Messaging in the Obama age: 140 characters and live theatre

State of the UnionAnyone who watched or listened to President Obama’s State of the Union address will recognize the oratorical flip of the failed manager: “I haven’t delivered what I promised, I’ve created more problems than I’ve solved, but here’s a great list of things I can do in the next three years if you all fall in line uncritically.” That plus the emotional appeals—“Dead children are a bad thing“—and the “spontaneous” audience participation made him appear more like an accomplished stage performer at Ozzfest than the leader of the United States.

This is one of the drawbacks of a post-literate visual communication culture raised on television. Written material requires an active receiver; by contrast electronic media caters to a passive viewer. Visual communication also allows for more emotional influence free of meaning.

Politicians understand this. Hitler and Mussolini certainly did. Any accomplished speaker does. In the 1960 Kennedy-Nixon debates, the first televised, the discussion afterward focused on the edge the video gave the telegenic Kennedy over the sweaty Nixon with the 5 o’clock shadow.  It foreshadowed a new age; and clearly Nixon and his handlers were not prepared for this new bandwidth.

The focus on imagery and increasingly brief emotional content makes it easier to manipulate post-literate viewers. Social media adds to this instant manipulation. For example, Twitter’s limitation of one-way, 140 characters as well as Facebook, Reddit, or any other sites or message boards vaunt the one-shot slogan. This is part of what Marshall McLuhan, Canadian philosopher of communication theory, meant by his statement “the medium is the message”.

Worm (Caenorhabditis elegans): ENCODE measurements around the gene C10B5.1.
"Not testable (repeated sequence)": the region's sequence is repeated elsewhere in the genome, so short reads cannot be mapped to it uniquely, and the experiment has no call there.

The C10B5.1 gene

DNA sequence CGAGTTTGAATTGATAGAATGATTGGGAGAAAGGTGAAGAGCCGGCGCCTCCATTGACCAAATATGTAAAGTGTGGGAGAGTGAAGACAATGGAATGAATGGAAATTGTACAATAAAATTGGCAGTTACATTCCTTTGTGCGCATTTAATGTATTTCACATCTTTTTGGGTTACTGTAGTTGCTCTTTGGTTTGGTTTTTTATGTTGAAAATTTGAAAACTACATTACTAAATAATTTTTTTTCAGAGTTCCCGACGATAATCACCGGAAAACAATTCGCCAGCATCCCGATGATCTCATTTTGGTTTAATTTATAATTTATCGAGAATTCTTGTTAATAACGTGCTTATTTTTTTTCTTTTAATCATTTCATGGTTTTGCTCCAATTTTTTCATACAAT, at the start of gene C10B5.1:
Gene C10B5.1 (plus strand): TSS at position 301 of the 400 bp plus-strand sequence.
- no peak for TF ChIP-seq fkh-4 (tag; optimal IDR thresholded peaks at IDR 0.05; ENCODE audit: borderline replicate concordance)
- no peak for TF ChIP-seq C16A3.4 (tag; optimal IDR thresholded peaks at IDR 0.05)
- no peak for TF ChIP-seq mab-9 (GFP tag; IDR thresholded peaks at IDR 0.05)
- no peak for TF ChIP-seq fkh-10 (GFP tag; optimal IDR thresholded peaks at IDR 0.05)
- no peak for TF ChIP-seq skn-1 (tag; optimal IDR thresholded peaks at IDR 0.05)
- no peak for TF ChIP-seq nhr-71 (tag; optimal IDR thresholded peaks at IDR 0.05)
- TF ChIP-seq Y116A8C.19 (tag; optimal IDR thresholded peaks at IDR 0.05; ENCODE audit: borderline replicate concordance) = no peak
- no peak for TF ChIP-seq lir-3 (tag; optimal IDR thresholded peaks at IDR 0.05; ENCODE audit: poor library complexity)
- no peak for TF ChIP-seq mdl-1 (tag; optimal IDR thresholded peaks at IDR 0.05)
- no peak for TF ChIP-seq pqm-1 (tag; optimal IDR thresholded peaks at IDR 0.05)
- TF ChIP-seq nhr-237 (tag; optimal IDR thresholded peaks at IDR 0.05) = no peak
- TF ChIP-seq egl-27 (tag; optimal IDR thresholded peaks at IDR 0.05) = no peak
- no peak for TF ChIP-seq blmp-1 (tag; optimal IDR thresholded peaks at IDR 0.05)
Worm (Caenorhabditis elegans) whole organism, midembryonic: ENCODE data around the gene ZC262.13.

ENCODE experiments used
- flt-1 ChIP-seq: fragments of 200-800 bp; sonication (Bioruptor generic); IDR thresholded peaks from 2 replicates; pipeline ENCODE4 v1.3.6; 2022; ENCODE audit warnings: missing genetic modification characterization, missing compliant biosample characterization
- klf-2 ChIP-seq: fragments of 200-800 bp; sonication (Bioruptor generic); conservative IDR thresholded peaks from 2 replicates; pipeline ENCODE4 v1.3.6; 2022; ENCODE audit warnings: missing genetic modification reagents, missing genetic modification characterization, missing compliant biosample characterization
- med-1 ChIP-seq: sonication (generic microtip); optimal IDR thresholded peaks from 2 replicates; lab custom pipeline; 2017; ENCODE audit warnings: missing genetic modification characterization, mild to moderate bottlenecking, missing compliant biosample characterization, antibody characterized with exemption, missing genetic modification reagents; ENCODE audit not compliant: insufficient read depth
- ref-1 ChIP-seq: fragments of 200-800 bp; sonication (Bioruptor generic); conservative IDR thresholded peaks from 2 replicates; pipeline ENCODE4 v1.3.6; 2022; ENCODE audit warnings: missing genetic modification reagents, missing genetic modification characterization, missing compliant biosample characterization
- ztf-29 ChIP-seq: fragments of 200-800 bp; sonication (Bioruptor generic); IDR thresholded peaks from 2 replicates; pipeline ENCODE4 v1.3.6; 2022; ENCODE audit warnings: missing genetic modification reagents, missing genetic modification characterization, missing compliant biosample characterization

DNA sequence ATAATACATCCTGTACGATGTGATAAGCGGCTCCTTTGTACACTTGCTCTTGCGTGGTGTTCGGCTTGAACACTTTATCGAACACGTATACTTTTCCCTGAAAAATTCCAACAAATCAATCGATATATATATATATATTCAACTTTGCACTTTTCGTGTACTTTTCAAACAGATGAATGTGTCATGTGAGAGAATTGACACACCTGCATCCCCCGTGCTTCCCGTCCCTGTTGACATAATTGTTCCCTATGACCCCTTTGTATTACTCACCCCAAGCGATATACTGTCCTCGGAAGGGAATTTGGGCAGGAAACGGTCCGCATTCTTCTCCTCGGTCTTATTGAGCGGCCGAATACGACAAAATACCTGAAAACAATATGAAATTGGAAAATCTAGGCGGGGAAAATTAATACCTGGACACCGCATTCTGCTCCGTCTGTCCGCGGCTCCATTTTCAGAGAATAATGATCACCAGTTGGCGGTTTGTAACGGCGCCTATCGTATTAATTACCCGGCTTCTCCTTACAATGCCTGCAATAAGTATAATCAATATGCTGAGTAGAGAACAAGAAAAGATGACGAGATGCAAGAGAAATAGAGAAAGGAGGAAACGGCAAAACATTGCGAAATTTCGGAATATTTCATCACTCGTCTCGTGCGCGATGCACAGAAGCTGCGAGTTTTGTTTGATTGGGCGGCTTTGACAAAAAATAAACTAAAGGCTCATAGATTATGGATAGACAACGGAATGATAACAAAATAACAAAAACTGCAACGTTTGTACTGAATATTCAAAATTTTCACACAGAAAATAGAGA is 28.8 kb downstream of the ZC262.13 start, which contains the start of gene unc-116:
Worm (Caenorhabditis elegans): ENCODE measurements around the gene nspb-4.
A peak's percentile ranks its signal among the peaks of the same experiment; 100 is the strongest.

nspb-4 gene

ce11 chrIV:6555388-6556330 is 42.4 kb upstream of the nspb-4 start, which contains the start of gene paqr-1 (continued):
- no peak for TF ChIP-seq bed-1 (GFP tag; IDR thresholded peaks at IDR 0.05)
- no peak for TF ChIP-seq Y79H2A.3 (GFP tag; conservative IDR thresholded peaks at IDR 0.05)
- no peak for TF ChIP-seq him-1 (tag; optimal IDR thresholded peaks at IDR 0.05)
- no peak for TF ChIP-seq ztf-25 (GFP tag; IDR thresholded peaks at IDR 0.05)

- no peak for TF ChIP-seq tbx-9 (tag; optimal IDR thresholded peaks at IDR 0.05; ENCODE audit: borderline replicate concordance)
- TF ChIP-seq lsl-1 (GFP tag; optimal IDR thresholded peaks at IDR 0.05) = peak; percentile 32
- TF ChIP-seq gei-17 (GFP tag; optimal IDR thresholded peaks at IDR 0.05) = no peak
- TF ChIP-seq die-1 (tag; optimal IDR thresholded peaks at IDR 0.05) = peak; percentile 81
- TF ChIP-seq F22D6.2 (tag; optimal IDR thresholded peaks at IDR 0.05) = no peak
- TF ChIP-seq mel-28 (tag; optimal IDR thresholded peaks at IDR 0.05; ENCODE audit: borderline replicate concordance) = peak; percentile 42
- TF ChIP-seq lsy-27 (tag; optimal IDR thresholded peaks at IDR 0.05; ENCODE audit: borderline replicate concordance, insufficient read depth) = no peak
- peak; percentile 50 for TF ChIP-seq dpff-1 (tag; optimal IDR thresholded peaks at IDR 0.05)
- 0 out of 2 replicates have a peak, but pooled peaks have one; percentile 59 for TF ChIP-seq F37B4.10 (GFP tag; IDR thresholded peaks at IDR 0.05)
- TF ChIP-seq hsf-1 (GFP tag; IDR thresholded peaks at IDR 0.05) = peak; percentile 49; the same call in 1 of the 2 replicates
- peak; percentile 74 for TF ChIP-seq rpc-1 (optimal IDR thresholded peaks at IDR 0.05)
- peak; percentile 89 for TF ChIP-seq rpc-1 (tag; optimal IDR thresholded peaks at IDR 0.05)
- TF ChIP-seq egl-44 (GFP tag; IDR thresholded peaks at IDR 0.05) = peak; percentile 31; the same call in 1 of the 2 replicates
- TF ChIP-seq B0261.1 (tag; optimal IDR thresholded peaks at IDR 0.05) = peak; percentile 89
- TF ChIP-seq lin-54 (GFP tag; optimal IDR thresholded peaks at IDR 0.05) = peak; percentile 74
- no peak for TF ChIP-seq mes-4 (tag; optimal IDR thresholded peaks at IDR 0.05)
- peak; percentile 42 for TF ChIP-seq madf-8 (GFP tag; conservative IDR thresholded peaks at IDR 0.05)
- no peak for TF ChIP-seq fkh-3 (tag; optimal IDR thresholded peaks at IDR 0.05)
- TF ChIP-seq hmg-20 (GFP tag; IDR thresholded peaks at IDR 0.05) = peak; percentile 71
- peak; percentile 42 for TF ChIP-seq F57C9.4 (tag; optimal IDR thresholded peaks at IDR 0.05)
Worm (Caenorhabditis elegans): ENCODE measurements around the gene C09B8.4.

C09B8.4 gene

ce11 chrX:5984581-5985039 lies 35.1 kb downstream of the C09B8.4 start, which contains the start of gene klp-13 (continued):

Text messaging, or even posting here, has the disadvantage of reduced bandwidth. The intended receivers don’t have tone of voice, body language, or facial expression to help them get the full meaning to the message. However, this lack of physicality is not detrimental in every case. There’s no need for strutting, pigeon-like head bobbing, the lift of an eyebrow, hands on hips, or a lifted chin for communication to be universally understood by every similarly literate receiver regardless of their line of sight, emotional state or cultural background.

Yet, when physical communication is used—especially by a professional—it can effectively influence an unsophisticated audience. That said, if the medium is indeed the message, then President Obama’s cynical performance at the State of the Union really was like Ozzfest. Only not as entertaining.
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Rottman is a frustrating engineer and frustrated writer who prefers cats to dogs and has, despite indications to the contrary, never owned a Rottweiler. A conservative with Libertarian leanings, he believes people should be left alone to do as they please along the lines of the old statement “Your freedom to swing your fist ends at the tip of my nose.”

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